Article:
ASC amino-acid transporter 2 (ASCT2) is a major glutamine transporter that has an essential role in tumour growth and progression. Although ASCT2 is highly expressed in various cancer cells, the clinicopathological significance of its expression in non-small cell lung cancer (NSCLC) remains unclear. One hundred and four patients with surgically resected NSCLC were evaluated as one institutional cohort. Tumour sections were stained by immunohistochemistry (IHC) for ASCT2, Ki-67, phospho-mTOR (mammalian target of rapamycin), and CD34 to assess the microvessel density. Two hundred and four patients with NSCLC were also validated by IHC from an independent cohort. ASC amino-acid transporter 2 was expressed in 66% of patients, and was closely correlated with disease stage, lymphatic permeation, vascular invasion, CD98, cell proliferation, angiogenesis, and mTOR phosphorylation, particularly in patients with adenocarcinoma (AC). Moreover, two independent cohorts confirmed that ASCT2 was an independent marker for poor outcome in AC patients. ASC amino-acid transporter 2 expression has a crucial role in the metastasis of pulmonary AC, and is a potential molecular marker for predicting poor prognosis after surgery. Source


Kawaguchi T.,Kinki chuo Chest Medical Center | Takada M.,Kinki University | Ando M.,Kyoto University | Okishio K.,Kinki chuo Chest Medical Center | And 9 more authors.
European Journal of Cancer | Year: 2012

Aim: To evaluate the efficacy and feasibility of the consolidation therapy of the oral fluoropyrimidine agent S-1 after concurrent chemoradiotherapy for unresectable stage III non-small cell lung cancer (NSCLC). Methods: Eligible patients had unresectable stage III NSCLC with performance status of 0 or 1. Chemoradiotherapy at a total dose of 60 Gy consisted of cisplatin (80 mg/m 2) on days 1 and 29, vinorelbine (20 mg/m 2) on days 1, 8, 29 and 36. Sequential consolidation S-1 therapy was commenced at a dose of 80-120 mg twice daily on day 57 with two cycles of 4 weeks administration and 2 weeks withdrawal. Results: Of the 66 patients, 65 were evaluated. Chemoradiotherapy was completed in 57 (87.7%) patients, and S-1 consolidation therapy was administered in 45 (69.2%) and completed in 31 (47.6%). Grade 3 pneumonitis developed in three patients with one dying of it. The response rate was 61.5% (95% confidence interval [CI], 48.6-73.3%). The median progression-free survival was 10.2 (95% CI, 8.6-13.7) months and median survival time 21.8 (95% CI, 15.6-27.6) months. The 1- and 3-year survival rates were 73.9% and 34.0%, respectively. Conclusions: Chemoradiotherapy with cisplatin and vinorelbine followed by S-1 consolidation demonstrated a reasonable overall survival in patients with stage III NSCLC. However, less than half of the patients completed this regimen, and the additional effect of S-1 was marginal compared with historical control. We concluded that chemoradiotherapy alone is still the recommended standard treatment for patients. © 2011 Elsevier Ltd. All rights reserved. Source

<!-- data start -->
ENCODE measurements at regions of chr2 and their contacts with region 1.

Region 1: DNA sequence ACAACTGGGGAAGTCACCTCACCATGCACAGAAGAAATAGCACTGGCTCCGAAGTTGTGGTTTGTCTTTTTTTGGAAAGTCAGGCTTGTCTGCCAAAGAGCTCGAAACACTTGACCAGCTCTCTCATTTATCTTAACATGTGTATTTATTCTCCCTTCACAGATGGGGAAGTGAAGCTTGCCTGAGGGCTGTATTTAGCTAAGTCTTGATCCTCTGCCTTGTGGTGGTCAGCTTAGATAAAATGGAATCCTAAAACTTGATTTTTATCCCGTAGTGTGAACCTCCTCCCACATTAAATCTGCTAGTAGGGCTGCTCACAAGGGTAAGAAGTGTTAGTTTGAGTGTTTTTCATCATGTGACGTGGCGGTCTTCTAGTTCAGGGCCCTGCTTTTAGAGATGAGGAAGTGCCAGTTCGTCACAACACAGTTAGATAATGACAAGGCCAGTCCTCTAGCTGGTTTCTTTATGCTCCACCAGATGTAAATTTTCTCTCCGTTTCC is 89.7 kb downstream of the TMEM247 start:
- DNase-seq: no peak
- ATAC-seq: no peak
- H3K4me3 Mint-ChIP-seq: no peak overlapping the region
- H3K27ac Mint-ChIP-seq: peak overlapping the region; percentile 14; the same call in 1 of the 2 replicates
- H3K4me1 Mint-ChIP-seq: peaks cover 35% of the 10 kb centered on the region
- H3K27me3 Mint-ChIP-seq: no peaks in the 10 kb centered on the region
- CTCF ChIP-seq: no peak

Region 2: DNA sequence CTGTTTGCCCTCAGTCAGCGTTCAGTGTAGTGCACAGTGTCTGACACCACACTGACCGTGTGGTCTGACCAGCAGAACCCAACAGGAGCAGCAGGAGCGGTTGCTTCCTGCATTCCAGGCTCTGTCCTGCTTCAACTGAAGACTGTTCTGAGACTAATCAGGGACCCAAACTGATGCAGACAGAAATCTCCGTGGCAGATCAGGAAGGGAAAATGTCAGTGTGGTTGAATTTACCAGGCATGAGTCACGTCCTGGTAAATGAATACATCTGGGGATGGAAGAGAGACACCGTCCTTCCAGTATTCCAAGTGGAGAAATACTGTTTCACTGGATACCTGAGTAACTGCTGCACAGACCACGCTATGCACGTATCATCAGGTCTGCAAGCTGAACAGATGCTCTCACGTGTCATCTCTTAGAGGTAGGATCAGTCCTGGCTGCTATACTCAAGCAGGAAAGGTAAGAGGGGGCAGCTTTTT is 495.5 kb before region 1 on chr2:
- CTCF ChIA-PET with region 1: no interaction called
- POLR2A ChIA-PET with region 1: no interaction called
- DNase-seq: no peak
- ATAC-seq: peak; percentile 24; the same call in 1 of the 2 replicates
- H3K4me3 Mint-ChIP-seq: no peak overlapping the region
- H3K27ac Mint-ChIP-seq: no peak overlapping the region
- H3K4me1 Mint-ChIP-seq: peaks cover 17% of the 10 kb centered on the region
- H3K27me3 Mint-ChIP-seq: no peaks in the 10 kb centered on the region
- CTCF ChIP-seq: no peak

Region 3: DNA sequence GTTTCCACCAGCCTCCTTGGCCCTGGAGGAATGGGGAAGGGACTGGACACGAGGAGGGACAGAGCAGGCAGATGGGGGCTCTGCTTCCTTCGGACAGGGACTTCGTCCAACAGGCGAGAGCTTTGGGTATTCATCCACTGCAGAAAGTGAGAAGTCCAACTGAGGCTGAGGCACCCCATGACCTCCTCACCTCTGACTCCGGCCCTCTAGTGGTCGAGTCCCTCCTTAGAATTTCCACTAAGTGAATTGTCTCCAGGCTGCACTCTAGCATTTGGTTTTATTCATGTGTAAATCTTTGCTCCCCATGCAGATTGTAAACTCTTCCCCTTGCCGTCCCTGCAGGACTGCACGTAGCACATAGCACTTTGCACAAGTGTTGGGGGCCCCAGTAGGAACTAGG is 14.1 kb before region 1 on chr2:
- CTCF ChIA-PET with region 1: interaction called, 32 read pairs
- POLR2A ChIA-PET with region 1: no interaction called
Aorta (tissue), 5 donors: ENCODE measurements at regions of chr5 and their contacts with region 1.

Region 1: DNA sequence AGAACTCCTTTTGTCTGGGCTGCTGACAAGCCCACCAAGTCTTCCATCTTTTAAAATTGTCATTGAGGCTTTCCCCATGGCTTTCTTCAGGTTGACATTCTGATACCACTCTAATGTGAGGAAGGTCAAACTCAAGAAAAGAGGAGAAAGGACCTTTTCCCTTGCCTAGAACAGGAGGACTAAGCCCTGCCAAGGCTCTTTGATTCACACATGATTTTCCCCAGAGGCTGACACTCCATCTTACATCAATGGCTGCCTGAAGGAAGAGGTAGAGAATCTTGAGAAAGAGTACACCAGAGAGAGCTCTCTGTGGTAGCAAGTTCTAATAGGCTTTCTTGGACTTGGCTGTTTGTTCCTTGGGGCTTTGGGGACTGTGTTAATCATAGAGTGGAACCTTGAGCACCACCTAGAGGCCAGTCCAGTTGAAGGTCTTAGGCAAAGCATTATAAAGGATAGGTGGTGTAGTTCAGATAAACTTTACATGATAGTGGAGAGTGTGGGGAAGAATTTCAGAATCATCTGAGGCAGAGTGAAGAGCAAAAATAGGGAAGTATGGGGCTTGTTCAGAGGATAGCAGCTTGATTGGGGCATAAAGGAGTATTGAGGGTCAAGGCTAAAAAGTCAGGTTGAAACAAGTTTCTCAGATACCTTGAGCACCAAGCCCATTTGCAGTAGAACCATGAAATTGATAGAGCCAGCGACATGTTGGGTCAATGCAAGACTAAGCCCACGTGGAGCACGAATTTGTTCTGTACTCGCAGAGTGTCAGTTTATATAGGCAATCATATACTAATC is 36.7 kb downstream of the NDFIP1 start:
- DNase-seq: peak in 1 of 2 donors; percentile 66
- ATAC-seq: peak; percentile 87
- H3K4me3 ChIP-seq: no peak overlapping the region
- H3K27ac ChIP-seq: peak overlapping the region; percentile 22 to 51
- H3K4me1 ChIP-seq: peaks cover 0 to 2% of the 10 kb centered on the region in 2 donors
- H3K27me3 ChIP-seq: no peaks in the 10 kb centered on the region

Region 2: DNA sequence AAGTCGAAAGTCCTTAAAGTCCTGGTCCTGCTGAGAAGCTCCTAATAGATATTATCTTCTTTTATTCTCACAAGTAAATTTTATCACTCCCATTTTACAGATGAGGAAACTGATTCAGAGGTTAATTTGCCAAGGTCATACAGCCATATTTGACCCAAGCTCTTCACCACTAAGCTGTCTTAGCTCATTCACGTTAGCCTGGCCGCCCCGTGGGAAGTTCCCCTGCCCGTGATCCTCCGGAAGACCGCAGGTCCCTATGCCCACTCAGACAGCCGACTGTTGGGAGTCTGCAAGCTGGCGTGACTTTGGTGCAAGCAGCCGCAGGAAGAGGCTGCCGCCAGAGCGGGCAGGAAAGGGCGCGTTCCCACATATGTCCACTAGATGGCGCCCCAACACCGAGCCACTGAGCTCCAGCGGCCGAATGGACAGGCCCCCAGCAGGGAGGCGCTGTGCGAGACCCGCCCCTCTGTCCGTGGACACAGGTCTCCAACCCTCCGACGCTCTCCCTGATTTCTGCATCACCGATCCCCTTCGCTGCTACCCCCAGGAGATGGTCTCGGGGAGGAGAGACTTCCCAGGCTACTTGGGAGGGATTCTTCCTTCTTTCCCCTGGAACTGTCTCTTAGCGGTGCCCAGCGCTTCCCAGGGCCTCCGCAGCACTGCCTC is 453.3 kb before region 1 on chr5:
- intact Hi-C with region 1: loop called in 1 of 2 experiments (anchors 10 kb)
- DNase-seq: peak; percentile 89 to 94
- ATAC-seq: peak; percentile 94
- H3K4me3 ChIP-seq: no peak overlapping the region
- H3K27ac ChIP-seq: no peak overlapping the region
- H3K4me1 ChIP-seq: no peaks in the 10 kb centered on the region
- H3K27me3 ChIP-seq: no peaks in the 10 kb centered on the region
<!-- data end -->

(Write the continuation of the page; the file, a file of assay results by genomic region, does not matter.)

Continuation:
Kaira K.,Gunma University | Tomizawa Y.,NHO Nishi Gunma Hospital | Yoshino R.,NHO Nishi Gunma Hospital | Miura Y.,NHO Nishi Gunma Hospital | And 14 more authors.
Lung Cancer | Year: 2013

Background: We conducted a phase II study to evaluate the efficacy and safety of S-1 plus cisplatin with bevacizumab followed by maintenance bevacizumab in patients with advanced non-squamous non-small cell lung cancer (NSCLC). Patients and methods: Chemotherapy-naïve patients received S-1 plus cisplatin with bevacizumab. S-1 (80mg/m2) was administered orally twice daily for 14 days, cisplatin (60mg/m2) on day 1, and bevacizumab (15mg/kg) on day 1 and every 3 weeks for 4-6 cycles. Patients with an objective response or stable disease received maintenance bevacizumab every 3 weeks until disease progression. Results: Thirty patients were enrolled in this study. The median number of chemotherapy was four (range, 1-6 cycles), and the median number of bevacizumab alone was three (range, 1-31 cycles). The grade 3/4 toxicities were neutropaenia (23%), thrombocytopaenia (10%), febrile neutropaenia (3%), hypertension (17%), pneumonia (7%), and bowel perforation (3%). The objective response rate was 71% (95% CI, 55-88%) for a disease control rate of 100%. The median progression-free and overall survival times were 7.0 months and 20.0 months, respectively. Conclusions: S-1 plus cisplatin with bevacizumab is an active and well-tolerated regimen in patients with chemotherapy-naïve non-squamous NSCLC. © 2013 Elsevier Ireland Ltd. Source